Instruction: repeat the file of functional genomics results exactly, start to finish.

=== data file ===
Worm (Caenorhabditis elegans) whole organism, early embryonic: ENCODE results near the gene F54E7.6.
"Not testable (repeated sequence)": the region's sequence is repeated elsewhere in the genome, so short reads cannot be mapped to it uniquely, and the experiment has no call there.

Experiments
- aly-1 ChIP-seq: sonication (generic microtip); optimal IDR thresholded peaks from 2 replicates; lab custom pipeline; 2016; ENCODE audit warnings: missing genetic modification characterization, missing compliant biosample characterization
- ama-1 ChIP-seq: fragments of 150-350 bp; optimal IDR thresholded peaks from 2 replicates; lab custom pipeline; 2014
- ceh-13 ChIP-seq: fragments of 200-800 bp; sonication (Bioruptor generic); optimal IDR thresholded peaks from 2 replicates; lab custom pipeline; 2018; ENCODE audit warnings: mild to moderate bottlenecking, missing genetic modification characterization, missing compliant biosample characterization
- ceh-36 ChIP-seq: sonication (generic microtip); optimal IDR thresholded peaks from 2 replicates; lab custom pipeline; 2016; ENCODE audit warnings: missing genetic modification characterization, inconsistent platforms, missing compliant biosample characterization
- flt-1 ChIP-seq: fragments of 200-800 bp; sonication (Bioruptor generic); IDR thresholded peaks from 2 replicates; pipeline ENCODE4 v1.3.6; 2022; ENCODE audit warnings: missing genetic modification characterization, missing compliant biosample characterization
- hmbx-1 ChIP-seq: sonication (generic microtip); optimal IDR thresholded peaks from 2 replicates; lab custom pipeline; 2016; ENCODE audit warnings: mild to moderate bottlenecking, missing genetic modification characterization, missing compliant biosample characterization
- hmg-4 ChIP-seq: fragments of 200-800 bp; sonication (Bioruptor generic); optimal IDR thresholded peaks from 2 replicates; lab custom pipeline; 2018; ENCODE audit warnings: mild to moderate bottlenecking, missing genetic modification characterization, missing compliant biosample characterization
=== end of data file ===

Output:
Worm (Caenorhabditis elegans) whole organism, early embryonic: ENCODE results near the gene F54E7.6.
"Not testable (repeated sequence)": the region's sequence is repeated elsewhere in the genome, so short reads cannot be mapped to it uniquely, and the experiment has no call there.

Experiments
- aly-1 ChIP-seq: sonication (generic microtip); optimal IDR thresholded peaks from 2 replicates; lab custom pipeline; 2016; ENCODE audit warnings: missing genetic modification characterization, missing compliant biosample characterization
- ama-1 ChIP-seq: fragments of 150-350 bp; optimal IDR thresholded peaks from 2 replicates; lab custom pipeline; 2014
- ceh-13 ChIP-seq: fragments of 200-800 bp; sonication (Bioruptor generic); optimal IDR thresholded peaks from 2 replicates; lab custom pipeline; 2018; ENCODE audit warnings: mild to moderate bottlenecking, missing genetic modification characterization, missing compliant biosample characterization
- ceh-36 ChIP-seq: sonication (generic microtip); optimal IDR thresholded peaks from 2 replicates; lab custom pipeline; 2016; ENCODE audit warnings: missing genetic modification characterization, inconsistent platforms, missing compliant biosample characterization
- flt-1 ChIP-seq: fragments of 200-800 bp; sonication (Bioruptor generic); IDR thresholded peaks from 2 replicates; pipeline ENCODE4 v1.3.6; 2022; ENCODE audit warnings: missing genetic modification characterization, missing compliant biosample characterization
- hmbx-1 ChIP-seq: sonication (generic microtip); optimal IDR thresholded peaks from 2 replicates; lab custom pipeline; 2016; ENCODE audit warnings: mild to moderate bottlenecking, missing genetic modification characterization, missing compliant biosample characterization
- hmg-4 ChIP-seq: fragments of 200-800 bp; sonication (Bioruptor generic); optimal IDR thresholded peaks from 2 replicates; lab custom pipeline; 2018; ENCODE audit warnings: mild to moderate bottlenecking, missing genetic modification characterization, missing compliant biosample characterization